Thank you Estebangc and colebatch, your maps are realy helpful because I've only found a map for the south of kazakhstan.
But one question, why crossing the border so far of Mongolia ?
Is it impossible to cross it closer to mongolia ? maybe because the altai mountains...
Maybe you can advice me the faster road crossing kazakhstan too ? ;)
If you take the southern route it may be quicker given the excellent roads down there. I rode from Shymkent to Almaty in a day and then from Almaty to Semipatalinsk in two. The roads were brilliant, which was a bit of a shame at the time. I didn't have a map with me so couldn't tell you what number they were!
Lemar,Have you tried to contact the Kazak Embassy/Consulate to have a sort of waiver to modify your date of entry? If possible, you avoid all the hassle of rushing.Reise Know How has a whole Kazakhstan map which quite ok, at least for East and South East (and rip & waterproof!), for "very aficionado level" (me). Explore back roads, or find the quickest way, that's "expert level"... :-)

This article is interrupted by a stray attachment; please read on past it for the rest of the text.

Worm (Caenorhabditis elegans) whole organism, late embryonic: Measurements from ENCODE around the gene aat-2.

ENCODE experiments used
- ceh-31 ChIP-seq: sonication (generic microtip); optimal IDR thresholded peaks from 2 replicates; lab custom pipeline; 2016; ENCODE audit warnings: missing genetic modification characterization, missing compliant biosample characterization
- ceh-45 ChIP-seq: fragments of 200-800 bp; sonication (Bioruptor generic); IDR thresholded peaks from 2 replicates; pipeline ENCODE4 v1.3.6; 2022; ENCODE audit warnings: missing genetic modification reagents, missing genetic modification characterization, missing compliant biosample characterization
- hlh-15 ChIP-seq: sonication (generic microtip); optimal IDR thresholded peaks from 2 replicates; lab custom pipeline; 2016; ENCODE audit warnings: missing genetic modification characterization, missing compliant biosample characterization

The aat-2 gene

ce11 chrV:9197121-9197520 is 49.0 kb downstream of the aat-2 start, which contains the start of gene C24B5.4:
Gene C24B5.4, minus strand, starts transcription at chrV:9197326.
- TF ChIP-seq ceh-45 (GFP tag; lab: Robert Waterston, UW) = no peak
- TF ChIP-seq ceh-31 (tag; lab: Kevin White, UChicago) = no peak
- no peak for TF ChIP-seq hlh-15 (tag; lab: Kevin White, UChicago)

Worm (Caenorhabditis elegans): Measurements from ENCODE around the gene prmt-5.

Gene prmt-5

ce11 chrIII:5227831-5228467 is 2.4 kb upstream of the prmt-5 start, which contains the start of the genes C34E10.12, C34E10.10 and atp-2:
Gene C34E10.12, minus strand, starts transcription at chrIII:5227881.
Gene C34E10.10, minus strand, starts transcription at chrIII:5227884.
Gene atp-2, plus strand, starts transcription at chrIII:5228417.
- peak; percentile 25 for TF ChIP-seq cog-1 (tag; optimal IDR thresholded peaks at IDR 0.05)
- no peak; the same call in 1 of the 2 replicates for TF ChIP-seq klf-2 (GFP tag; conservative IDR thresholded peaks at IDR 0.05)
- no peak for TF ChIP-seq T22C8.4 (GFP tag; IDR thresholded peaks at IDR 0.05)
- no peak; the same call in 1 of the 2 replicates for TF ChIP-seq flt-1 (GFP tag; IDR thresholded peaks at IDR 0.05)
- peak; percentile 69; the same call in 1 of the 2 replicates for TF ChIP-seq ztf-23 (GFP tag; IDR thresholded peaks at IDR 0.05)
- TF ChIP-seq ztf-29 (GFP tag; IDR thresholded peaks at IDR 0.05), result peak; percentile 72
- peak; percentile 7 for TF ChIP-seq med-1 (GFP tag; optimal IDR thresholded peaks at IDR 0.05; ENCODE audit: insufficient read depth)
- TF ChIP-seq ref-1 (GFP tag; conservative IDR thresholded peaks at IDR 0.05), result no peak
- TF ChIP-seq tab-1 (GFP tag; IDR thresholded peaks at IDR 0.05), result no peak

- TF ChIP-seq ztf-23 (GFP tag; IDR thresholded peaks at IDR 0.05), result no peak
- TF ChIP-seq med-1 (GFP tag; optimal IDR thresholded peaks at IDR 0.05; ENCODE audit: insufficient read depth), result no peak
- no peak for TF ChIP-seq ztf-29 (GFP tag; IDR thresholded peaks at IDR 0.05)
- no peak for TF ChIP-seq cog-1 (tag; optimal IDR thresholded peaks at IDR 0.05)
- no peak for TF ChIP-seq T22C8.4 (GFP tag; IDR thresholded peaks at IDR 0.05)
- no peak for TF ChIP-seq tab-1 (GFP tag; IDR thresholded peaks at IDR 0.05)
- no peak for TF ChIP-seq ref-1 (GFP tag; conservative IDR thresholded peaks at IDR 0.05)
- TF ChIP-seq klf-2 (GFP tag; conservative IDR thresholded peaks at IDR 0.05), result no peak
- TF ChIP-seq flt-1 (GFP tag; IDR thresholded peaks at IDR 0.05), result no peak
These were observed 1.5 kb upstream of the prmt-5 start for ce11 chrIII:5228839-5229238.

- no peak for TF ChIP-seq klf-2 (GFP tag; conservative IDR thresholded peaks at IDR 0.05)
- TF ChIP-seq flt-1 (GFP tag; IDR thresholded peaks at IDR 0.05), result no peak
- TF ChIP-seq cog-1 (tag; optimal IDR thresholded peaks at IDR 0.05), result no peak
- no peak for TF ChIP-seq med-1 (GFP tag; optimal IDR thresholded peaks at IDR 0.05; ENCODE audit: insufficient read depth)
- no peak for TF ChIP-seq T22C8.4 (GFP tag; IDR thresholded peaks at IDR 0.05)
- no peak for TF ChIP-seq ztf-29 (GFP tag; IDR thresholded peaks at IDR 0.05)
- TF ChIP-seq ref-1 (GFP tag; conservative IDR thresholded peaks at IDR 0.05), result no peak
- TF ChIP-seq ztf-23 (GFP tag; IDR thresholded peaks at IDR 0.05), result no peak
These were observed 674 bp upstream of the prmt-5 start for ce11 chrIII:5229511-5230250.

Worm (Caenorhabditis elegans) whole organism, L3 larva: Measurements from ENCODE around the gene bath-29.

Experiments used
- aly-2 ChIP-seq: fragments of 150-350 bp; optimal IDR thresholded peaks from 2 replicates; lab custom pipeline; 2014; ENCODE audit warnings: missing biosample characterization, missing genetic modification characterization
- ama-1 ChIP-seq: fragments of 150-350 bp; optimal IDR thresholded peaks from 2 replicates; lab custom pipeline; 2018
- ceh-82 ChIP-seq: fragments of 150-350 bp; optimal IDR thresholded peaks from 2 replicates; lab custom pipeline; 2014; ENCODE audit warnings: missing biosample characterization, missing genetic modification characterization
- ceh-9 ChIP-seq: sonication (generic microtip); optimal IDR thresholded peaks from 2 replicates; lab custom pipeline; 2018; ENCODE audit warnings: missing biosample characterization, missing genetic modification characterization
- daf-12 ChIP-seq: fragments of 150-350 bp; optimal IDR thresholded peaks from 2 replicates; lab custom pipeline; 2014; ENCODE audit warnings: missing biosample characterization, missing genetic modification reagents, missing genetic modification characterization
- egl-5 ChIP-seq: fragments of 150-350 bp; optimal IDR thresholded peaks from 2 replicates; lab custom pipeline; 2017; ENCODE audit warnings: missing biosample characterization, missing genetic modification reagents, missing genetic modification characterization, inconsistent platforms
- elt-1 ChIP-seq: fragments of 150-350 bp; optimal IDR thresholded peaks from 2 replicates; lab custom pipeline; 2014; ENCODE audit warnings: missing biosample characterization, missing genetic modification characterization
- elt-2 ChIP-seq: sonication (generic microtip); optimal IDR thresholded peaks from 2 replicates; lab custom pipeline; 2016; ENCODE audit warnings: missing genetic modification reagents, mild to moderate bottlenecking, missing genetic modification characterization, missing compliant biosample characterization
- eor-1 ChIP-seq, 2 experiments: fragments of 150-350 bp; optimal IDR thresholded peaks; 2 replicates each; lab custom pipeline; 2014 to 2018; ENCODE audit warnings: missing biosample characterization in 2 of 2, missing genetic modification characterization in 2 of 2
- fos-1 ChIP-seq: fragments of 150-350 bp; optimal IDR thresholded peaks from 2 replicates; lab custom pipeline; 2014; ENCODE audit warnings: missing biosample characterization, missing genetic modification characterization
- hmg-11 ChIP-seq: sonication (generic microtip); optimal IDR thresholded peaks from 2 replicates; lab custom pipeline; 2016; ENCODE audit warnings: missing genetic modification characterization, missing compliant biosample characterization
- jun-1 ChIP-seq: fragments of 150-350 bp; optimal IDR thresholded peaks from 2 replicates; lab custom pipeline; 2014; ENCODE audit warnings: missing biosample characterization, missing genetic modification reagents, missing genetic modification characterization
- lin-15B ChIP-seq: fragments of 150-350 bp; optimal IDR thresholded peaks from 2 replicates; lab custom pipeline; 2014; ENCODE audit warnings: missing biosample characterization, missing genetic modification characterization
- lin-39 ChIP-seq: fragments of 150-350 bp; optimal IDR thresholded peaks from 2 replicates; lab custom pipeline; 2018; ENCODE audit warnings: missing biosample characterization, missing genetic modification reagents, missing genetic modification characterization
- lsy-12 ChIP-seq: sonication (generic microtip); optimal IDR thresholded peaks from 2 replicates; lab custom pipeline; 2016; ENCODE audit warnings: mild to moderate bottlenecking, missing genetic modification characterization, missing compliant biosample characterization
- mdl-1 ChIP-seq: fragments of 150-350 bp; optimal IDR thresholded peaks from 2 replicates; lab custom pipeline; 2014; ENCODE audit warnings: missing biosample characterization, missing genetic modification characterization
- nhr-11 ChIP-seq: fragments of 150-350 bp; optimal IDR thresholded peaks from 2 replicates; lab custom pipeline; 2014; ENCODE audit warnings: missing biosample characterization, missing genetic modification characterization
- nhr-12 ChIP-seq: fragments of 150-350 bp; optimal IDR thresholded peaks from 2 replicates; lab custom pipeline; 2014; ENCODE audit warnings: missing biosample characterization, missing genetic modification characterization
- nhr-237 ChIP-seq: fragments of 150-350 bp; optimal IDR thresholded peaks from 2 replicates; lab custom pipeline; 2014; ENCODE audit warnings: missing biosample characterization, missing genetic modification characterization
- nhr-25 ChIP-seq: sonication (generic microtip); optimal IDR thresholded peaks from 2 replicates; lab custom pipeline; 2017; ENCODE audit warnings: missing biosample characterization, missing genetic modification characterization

Estabangc, the problem isn't with kazakhstan's visa but with the russian visa.
And they are not flexible at all :nono:
We were at the border and no way to pass it.
And tomorrow it's the last day of prison ;)
The day after tomorrow we will wake up at 4 am and go to the border !
We hope having no other problems.
There is no place to cross closer to Mongolia. The Shemonaikha crossing is the closest.
I think if you cross the RUS/KZ border between Saratov and Uralsk you can get quickly across KZ...
Oral (Uralsk), => 460km Aktobe (Aktyubinsk), => 224 km Karabulak, => 545km Kostanai, => 675km Astana, => 450km Pavlodar, => 320 km Semey (Semipalatinsk), then 140 km to Shemonaikha and the border. So Uralsk to Shemonaikha is just over 2800 km.